R: Do you see this as a long-term employment, or do you plan to return to legitimate means in the foreseeable future?
A: This is strictly a short-term thing. I would hope that I’d be able to return to legitimate employment in 2021, whenever it is deemed safe to do so, or whenever the job market allows me to. This definitely isn’t something I will carry on doing.
R: What are your average monthly earnings?
A: I make enough to pay my rent, bills, food shopping, to entertain myself and to put an amount away each month. There are quiet weeks and busy weeks, so I make sure that I have enough money available to cover any emergencies or unexpected expenditures. If I wrote down everything and worked it out, I think I’d be on a comparable wage to my previous employment, so my lifestyle hasn’t actually changed that much.
R: Mentally, do you think you’re happier doing this job than previously?
A: I would much rather be working a job similar to the one I had previously. It was well paid and I was good at it. However, that’s not currently possible. My working hours are now evenings and weekends. I have a trusted client base of friends and friends-of-friends that keep me ticking over. There are obvious risks to what I’m doing but, given my previous role, I’m versed in assessing these risks – albeit of a completely different kind. I’ve made judgement calls with what I’m currently doing to ensure that I’m mentally stable and not putting myself in situations that may be unfavourable, to say the least.
R: Do you have any moral conflictions with what you do for a living considering the severity and potential consequences of unregulated drug use?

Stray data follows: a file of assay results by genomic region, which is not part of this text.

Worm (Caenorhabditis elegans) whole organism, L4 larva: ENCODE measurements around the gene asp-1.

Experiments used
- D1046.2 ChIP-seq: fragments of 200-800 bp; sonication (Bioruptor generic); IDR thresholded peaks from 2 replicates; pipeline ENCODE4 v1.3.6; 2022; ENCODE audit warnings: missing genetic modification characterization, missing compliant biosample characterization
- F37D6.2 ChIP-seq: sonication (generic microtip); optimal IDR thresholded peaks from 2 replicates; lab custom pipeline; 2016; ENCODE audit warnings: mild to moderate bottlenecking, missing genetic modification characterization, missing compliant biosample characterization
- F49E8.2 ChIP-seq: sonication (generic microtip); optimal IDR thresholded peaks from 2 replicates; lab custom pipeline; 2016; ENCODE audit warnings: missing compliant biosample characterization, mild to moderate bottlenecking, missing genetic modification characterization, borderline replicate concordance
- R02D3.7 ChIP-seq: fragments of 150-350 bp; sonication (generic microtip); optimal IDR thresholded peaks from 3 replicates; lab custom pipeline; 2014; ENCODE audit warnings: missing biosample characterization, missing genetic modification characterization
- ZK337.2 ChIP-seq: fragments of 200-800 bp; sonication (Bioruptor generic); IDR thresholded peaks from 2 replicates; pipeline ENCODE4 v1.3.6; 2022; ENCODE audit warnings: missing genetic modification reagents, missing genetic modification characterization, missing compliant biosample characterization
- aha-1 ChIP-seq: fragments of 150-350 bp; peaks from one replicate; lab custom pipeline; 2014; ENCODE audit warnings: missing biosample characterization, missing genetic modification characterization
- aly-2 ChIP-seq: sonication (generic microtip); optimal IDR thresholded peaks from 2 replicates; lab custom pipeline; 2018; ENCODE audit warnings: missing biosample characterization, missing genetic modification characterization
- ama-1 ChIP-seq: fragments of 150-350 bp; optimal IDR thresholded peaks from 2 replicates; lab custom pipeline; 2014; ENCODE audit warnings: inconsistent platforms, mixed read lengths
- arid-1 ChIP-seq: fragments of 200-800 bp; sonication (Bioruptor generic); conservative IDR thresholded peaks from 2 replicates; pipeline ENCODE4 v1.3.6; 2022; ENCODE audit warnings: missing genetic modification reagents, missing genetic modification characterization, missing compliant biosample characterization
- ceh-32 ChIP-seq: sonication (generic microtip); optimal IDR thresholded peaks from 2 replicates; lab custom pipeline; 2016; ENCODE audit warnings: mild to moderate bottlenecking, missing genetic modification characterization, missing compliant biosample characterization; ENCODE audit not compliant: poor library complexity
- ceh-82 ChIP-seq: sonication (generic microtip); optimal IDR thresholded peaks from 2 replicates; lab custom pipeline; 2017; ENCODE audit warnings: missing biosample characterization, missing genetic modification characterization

A: Yes, totally. As someone who has been a recreational drug user throughout their adult life, I’ve seen or heard what drug use can do to people. I’ve had conversations with customers of mine when I’ve seen them numerous times in a week to check that everything is ok. Or, I’ve actually limited what I’ve provided to friends if I’m aware of any plans they have the next day. I’m not out to cause harm to anyone and would never sell anything I think could create that situation.
R: What’s one stereotype about drug dealers in particular, and recreational drug users in general, that you’d want to dispel?
A: The general conception of drugs/drug takers being bad is wrong. My general experiences of drug-taking has always been that the positives outweigh the negatives; otherwise, I wouldn’t do it. I’d personally say that the use of drugs alone cannot cause harm. It’s the misuse (whilst rather obvious) that can cause harm. The information surrounding drugs and drug taking is now more widely available. People are able to test what they take and are more savvy when it comes to what substances will have what effect. If recreational drugs are to remain illegal, then education or self-help as opposed to punishment should be the plan going forward.